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Residents fight back as burglary cases shoot up on Whidbey Island

Reported burglaries in the north precinct of the Island County Sheriff’s Office this year to date. - Data provided by Island County Sheriff
Reported burglaries in the north precinct of the Island County Sheriff’s Office this year to date.
— image credit: Data provided by Island County Sheriff

A spate of burglaries in rural areas of Whidbey Island has a group of residents considering unique ways to protect themselves.

Some have even been doing their own detective work.

Four men and a woman gathered at the Whidbey News-Times recently to discuss what they see as a dangerous problem on the island that’s only been getting worse. Several of them are repeat victims and none of the crimes have been solved, leading some to take matters into their own hands.

“It’s mine, and by God, they are not going to do it again,” North Whidbey resident Valli Eichstedt said of the burglar, or burglars, who struck her barn.

“It’s going to take everyone using their eyes, their ears and their brains to put an end to this.”

Lt. Evan Tingstad with the Island County Sheriff’s Office said there is a noticeable increase in residential burglaries in both North and South Whidbey in the last seven to eight months.

Between June 1 to Dec. 11, a total of 105 burglaries were reported in the north precinct, which covers Whidbey north of Houston Road and doesn’t include Oak Harbor or Coupeville. That compared to 86 the same period in 2012 and 97 burglaries during that period in 2011.

Sheriff Mark Brown said the statistics represent the number of burglaries reported by residents, but the actual number may be something different once deputies investigate.

Tingstad said he sees the burglary increase as a direct result of budget cuts and the loss of 10 deputies since 2008. He said it’s “incredibly important” to have a detective dedicated to drug crimes, but that position was lost in the layoffs.

“In law enforcement, we always see a connection between effective drug investigations and the number of property crimes,” he said.

Tingstad said north precinct deputies are working on an action plan for dealing with the burglaries and thefts.

Meanwhile, the burglary victims said they’ve invested in security, have increased vigilance and are doing some investigating.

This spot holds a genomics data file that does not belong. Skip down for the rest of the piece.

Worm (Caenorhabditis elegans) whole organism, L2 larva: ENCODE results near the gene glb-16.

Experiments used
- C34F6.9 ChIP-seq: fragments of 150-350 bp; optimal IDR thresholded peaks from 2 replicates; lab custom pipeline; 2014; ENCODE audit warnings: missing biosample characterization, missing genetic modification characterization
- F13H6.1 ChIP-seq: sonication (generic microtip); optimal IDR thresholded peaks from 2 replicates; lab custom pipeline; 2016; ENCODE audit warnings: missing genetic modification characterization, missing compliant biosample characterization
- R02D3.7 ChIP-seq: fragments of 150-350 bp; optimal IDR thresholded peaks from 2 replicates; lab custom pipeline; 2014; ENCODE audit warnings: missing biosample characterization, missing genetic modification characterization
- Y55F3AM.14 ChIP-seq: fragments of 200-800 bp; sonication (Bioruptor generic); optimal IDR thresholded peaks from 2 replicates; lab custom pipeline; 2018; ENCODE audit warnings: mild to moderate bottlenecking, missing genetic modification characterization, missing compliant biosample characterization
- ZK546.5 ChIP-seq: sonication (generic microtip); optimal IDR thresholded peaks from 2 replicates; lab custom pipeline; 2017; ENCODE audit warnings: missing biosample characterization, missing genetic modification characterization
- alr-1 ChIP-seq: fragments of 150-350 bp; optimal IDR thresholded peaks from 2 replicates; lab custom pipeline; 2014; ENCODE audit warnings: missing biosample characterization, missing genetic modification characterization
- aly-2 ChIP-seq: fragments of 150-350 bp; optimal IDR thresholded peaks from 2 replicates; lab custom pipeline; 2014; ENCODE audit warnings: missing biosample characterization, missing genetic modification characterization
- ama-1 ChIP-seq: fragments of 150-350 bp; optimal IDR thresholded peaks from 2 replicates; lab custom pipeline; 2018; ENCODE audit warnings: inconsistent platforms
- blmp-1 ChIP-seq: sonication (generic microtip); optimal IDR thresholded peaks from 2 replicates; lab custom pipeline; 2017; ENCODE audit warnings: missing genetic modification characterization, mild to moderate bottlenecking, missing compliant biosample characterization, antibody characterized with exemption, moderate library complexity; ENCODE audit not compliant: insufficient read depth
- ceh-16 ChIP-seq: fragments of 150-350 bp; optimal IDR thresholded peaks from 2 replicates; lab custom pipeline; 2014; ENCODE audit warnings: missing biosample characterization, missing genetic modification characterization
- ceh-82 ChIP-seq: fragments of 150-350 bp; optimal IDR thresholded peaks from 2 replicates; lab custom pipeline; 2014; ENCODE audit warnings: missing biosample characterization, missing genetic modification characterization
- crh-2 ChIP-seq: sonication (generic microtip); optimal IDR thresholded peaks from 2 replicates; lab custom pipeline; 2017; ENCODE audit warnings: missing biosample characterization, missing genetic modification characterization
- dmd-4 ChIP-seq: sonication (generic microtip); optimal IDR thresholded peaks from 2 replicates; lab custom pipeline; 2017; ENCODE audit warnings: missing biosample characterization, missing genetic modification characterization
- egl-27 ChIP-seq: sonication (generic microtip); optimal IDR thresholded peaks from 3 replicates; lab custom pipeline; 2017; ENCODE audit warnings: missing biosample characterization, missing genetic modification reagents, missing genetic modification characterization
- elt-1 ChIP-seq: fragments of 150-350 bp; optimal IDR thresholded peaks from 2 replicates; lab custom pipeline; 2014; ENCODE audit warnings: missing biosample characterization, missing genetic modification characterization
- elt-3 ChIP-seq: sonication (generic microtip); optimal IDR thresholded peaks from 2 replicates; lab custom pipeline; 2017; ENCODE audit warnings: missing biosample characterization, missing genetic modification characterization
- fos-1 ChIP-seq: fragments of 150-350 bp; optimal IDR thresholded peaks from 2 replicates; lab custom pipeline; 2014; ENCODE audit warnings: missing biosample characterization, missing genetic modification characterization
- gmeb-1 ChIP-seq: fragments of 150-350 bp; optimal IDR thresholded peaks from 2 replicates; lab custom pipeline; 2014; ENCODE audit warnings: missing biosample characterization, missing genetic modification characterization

A Rolling Hills resident whose home was hit four times this year said a larger group of burglary victims plan to get together to share information and help out one another.

“We’re are talking about coordinating, spreading the word, doing our own investigating,” he said. The resident said he doesn’t want his name published because he’s worried about being targeted further.

South Whidbey resident Rufus Rose, whose home was burglarized in the fall, suggested that residents offer a reward for information leading to the conviction of burglars. He did a lot of digging into his burglary — and has a theory about a suspect — but found nothing definitive.

Clay Miller, the manager broker of Windermere in Coupeville, proposed that law-and-justice officials create a task force dedicated to solving the problem.

Nothing will change until the “culture of the island” changes, he said, and would-be burglars need to know that there’s a likelihood they will get caught and that the punishment will be great.

They all had chainsaws stolen and wonder about tracking the black market in such tools.

Eichstedt said she is among many residents of the Zylstra Road area who became victims of burglary during the last few months. But, she said, it’s nothing new.

Burglars have “gone up and down the road” many times in the past, she said.

Eichstedt said she went to the barn to feed her horse in the morning of Oct. 21 and quickly realized that something wasn’t right. A chainsaw, a pair of woman’s chest waders and other small items were missing.

The deputy who responded to her call told her it was likely the burglar or burglars would return, she said.

Sure enough, a couple of weeks later, she was lying in bed when she had a feeling that something wasn’t right. She went out to drive to the barn and her headlights illuminated two cars parked outside it; they quickly drove away.

She said she believes another attempt was made two weeks after that.

Eichstedt said she’s been extra vigilant since the burglary and is taking extraordinary precautions, though she doesn’t want the specifics public. She’s drives the neighborhood at night and shoos out suspicious people parked in suspicious places.

Miller said he had a property near Eichstedt that was burglarized the same night. The intruder took a chainsaw and other items.

He had a night-vision game camera set up that captured an image of the burglar, but it wasn’t detailed enough for a positive identification.

Not long afterward, he was walking to the gas station for a cup of coffee when he saw a guy with a Nissan Stanza at the pumps with his chainsaw. He questioned the man, who claimed he got the tool from his girlfriend.

Miller went around the corner and called the police.

He said it took 10 minutes for an officer to arrive, but, by that time, the man and his girlfriend were gone.

A week later, Miller said he spotted the same man at a bus stop on State Highway 525 at Smugglers Cove Road. He called 911, but was told a deputy would call him back.

He said he never got a return call.

Dennis Bullock is yet another person to have property burglarized in the Zylstra Road area Oct. 20 or 21, though the intruders only managed to remove screens off a barn this time.

In the past, the thieves got away with three chainsaws and other items.

“Other than the irritation and monetary loss, I’m concerned that someone is going to get shot,” he said.

 

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